A new clinical trial studying the effectiveness of a combination of immunotherapy treatments could be more effective for patients with ovarian cancer who are resistant to traditional interventions.
The University of Cincinnati's Thomas Herzog, MD, is presenting a poster describing the new trial, called ARTISTRY-7, at the American Society of Clinical Oncology (ASCO) Annual Meeting in Chicago today.
Herzog explained that ovarian cancer can be a difficult disease to recognize and diagnose at first due to vague and mild symptoms, which in turn makes it difficult to treat. Treatments include surgery and platinum-based chemotherapies, which contain the chemical element platinum as part of their molecular make-up and form structures that prevent cancer cells from growing or cause them to die.
A majority of patients' cancers will eventually develop resistance to platinum-based chemotherapy, generic cyclobenzaprine tablet Herzog said. For platinum-resistant ovarian cancers, the standard of care is a non-platinum chemotherapy, but this treatment offers a low likelihood of long-term effectiveness.
The trial will examine the effectiveness of a combination of two immunotherapy drugs called nemvaluekin alfa and pembrolizumab, compared to the standard of non-platinum based chemotherapy. Immunotherapy helps boost and train the body's own immune system to identify and kill diseased cells.
There is a high unmet clinical need for treatment of patients with platinum-resistant ovarian cancer, and the ARTISTRY-7 trial provides a pathway to meet those unmet needs by incorporating cutting edge scientific advancements in targeted cancer therapy in a treatment regimen in combination with pembrolizumab."
Thomas Herzog, deputy director of the University of Cincinnati Cancer Center, clinical director and Paul and Carolyn Flory Professor in Gynecologic Oncology in the UC College of Medicine and a UC Health gynecologic oncologist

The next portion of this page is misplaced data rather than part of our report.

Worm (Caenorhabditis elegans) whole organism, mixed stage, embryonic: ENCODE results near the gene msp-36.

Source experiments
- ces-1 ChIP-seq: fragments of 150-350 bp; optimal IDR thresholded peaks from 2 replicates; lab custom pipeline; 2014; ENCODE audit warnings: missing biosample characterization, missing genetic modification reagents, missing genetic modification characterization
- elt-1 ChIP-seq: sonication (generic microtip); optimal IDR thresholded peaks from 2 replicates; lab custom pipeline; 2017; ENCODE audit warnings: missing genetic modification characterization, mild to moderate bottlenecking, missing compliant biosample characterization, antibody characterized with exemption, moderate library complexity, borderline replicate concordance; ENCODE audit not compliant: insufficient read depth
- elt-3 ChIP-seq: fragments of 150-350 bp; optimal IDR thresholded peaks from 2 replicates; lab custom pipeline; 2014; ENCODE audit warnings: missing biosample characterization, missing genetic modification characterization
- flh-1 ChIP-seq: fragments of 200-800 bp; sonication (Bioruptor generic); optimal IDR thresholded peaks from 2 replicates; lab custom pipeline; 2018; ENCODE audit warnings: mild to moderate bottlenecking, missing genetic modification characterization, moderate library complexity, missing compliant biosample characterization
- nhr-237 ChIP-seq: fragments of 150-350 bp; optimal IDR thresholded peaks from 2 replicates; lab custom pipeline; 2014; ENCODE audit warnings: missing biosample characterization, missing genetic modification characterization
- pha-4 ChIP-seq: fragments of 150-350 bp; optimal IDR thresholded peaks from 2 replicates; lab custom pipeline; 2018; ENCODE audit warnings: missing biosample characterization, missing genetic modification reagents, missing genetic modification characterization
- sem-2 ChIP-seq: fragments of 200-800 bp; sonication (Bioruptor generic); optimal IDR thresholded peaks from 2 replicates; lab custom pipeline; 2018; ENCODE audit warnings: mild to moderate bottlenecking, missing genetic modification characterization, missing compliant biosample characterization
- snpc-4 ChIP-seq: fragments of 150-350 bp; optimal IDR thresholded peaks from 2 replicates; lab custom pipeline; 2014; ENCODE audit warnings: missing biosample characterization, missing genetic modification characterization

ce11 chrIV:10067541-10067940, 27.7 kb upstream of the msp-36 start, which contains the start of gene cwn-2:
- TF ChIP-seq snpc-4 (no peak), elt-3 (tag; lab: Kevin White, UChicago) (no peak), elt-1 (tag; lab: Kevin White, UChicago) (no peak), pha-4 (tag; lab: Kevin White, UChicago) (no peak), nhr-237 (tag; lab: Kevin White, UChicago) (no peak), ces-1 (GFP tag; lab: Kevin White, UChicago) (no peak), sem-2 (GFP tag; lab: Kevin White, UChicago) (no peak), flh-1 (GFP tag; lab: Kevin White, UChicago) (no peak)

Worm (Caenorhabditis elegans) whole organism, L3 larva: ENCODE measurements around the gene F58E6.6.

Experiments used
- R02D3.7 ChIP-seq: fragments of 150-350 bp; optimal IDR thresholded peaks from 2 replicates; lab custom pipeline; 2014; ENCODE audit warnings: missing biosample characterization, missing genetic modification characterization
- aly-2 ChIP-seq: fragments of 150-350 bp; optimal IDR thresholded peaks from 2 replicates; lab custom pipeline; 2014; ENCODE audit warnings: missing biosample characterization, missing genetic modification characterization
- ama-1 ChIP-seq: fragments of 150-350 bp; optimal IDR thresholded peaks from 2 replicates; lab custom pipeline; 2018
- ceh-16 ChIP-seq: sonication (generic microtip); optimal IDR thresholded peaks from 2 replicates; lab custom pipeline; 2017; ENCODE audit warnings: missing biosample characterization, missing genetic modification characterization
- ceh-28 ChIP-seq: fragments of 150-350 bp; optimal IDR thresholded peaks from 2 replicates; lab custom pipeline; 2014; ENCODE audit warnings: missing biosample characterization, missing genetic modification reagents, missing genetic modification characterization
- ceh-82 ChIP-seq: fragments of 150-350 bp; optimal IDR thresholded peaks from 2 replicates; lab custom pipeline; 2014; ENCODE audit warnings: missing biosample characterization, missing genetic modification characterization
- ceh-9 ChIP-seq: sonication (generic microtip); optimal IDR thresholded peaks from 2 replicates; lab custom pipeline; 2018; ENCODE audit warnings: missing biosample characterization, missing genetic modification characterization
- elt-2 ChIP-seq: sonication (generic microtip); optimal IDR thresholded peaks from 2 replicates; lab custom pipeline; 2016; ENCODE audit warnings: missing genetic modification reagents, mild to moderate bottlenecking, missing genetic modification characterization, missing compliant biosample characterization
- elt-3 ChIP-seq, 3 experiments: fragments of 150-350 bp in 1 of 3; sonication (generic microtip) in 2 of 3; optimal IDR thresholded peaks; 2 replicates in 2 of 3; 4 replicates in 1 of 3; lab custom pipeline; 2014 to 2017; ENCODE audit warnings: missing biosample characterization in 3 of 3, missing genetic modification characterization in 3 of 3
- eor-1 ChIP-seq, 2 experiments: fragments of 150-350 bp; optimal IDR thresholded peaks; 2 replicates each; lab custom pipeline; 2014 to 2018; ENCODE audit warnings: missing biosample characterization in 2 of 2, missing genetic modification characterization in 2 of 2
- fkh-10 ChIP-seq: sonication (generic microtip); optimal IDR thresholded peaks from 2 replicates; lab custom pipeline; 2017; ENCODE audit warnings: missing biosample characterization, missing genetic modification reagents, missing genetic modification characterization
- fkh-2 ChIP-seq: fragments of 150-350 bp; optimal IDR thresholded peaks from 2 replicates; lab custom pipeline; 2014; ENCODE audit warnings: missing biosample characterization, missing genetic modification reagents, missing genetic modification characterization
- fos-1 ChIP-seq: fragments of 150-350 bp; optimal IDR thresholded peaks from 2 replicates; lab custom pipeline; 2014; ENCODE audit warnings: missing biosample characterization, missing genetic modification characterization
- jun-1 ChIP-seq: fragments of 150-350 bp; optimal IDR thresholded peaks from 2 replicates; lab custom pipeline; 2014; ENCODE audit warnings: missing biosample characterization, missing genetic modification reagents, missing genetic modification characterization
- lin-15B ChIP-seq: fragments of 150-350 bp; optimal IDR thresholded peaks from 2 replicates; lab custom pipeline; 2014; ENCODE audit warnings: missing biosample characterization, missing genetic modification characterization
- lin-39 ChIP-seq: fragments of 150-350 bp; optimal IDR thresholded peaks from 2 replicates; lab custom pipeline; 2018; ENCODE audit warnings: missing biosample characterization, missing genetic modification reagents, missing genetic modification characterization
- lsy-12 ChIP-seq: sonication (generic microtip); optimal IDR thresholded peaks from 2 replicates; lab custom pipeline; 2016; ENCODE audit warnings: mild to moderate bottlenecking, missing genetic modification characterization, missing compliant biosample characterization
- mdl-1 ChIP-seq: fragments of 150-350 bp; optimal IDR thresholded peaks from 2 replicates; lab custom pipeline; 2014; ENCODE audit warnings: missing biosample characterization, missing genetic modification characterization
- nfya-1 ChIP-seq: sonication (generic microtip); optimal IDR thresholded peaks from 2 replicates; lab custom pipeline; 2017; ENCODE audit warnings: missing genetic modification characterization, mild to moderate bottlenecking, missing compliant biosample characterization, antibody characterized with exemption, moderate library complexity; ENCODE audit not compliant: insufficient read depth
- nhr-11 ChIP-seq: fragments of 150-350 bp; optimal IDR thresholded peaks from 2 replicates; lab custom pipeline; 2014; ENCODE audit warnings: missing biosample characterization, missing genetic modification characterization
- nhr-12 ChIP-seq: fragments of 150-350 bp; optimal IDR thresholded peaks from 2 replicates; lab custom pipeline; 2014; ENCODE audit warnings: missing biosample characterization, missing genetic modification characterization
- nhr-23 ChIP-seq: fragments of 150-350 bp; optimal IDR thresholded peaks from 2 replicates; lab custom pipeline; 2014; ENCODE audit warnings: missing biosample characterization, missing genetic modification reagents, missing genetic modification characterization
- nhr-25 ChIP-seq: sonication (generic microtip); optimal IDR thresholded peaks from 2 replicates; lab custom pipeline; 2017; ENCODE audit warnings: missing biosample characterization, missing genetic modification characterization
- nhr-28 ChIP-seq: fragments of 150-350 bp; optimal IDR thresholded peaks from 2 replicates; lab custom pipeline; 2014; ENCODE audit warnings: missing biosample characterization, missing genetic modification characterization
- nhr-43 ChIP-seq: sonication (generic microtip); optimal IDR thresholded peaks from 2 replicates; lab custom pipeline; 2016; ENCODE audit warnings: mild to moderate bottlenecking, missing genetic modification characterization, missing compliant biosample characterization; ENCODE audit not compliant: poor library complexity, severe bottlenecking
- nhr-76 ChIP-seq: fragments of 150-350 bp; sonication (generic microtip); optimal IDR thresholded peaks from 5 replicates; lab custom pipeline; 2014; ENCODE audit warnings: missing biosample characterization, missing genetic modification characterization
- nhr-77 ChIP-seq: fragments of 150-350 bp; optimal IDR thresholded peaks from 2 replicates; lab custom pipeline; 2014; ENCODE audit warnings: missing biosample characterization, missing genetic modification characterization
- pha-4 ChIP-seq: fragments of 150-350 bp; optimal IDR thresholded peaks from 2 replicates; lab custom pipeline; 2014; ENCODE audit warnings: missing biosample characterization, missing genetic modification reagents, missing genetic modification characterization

Pembrolizumab, sold under the brand name Keytruda, is a well-established immunotherapy drug used to treat a variety of cancers. Nemvaleukin alfa is a novel drug created by drug company Alkermes that received Food and Drug Administration fast track designation last fall to accelerate the review of the drug's safety and effectiveness.
"Nemvaluekin alfa is a drug that works with your body's immune system to expand the cancer fighting immune cell," Herzog said. "It is based on an established immune pathway which has shown promise in certain cancer types."
Herzog said the trial will enroll and randomly assign 376 patients into one of four study arms. One group of patients will receive both immunotherapy drugs, one group will receive nemvaluekin alfa only, another group will receive pembrolizumab only and the final group will receive standard chemotherapy treatments.
The solo immunotherapy arms will be monitored for ineffectiveness early in the trial, with an option to close these groups before full enrollment if they prove futile. Herzog said single immunotherapy treatments for platinum-resistant ovarian cancer have not shown to be effective in the past, and he is excited to see if the combination immunotherapy approach can provide a new treatment option for patients.
ARTISTRY-7 is a Phase 3 trial, meaning it is designed to confirm preliminary evidence from previous trials that the treatment option is safe, beneficial and effective for the patient population, and Herzog said the preliminary evidence has been promising. Alkermes is the sponsor of the trial, and Herzog helped design the study for the specific patient population it will target.
Trial locations have already opened in Florida and New York, and Herzog said UC will soon begin enrolling patients and serve as a trial site as well.
"If this trial is successful, patients will have a novel treatment option where limited options exist, and it allows a break from repetitive chemotherapy, thereby potentially having better efficacy and safety profiles," he said.
Herzog will present his poster, "ARTISTRY-7: A phase 3, multicenter study of nemvaleukin alfa in combination with pembrolizumab versus chemotherapy in patients (pts) with platinum-resistant epithelial ovarian, fallopian tube, or primary peritoneal cancer," during the ASCO 2022 Gynecologic Cancers poster session on June 4 from 1:15-4:15 CDT.
University of Cincinnati
Posted in: Drug Trial News | Women's Health News
Tags: Cancer, Cancer Therapy, Cell, Chemotherapy, Clinical Trial, Drugs, Efficacy, Fallopian Tube, Food, Immune System, Immunotherapy, Medicine, Oncology, Ovarian Cancer, Surgery
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